DHAKA – A top Bangladesh court has ruled that the registration of the nation’s biggest Islamic group as a political party was illegal, barring it from contesting next year’s election and deepening concerns over growing violence.
The Dhaka High Court’s verdict Thursday was in response to a 2009 petition claiming that Jamaat-e-Islami, an opponent of the current governing party, does not believe in democracy or the sovereignty of Bangladesh. Several of Jamaat’s leaders have this year been sentenced to jail or death by a tribunal judging crimes during the country’s war of independence four decades ago, sparking deadly unrest.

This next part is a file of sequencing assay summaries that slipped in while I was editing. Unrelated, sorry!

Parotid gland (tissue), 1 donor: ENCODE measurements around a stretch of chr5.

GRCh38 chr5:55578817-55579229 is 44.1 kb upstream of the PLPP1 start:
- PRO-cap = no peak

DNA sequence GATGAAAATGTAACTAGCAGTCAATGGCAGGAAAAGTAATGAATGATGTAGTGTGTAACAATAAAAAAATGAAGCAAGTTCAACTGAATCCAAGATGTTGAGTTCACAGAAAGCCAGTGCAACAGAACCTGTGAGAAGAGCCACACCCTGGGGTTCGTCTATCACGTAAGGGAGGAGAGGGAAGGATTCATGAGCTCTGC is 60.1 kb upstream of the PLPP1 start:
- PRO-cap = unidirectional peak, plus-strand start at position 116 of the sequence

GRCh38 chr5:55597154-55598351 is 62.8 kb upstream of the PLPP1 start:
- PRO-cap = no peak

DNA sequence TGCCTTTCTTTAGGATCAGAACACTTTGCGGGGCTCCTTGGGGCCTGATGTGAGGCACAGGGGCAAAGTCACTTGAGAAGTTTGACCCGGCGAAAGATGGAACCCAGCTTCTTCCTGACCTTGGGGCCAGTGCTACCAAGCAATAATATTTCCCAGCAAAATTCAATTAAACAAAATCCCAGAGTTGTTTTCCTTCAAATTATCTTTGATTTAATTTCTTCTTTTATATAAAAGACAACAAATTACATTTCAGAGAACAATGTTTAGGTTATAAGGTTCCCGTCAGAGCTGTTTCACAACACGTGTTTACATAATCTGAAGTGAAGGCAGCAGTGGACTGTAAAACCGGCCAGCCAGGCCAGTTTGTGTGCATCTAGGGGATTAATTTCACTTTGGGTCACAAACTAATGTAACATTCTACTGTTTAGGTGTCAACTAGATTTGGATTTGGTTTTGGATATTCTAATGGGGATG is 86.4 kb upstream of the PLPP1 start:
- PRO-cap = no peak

“This is the first step toward banning Jamaat from politics,” State Minister for Law Qamrul Islam said after the verdict.
Violence has erupted across Bangladesh this year as the war tribunal reopened wounds that led to the founding of the country in 1971. With more verdicts expected and national elections due by January, there is a “significant risk” that Bangladesh could descend into a cycle of violence and lawlessness, Human Rights Watch said in a report Thursday.
Jamaat called on supporters to enforce a 48-hour shutdown starting Aug. 12 to protest the verdict, after the end of Ramadan.
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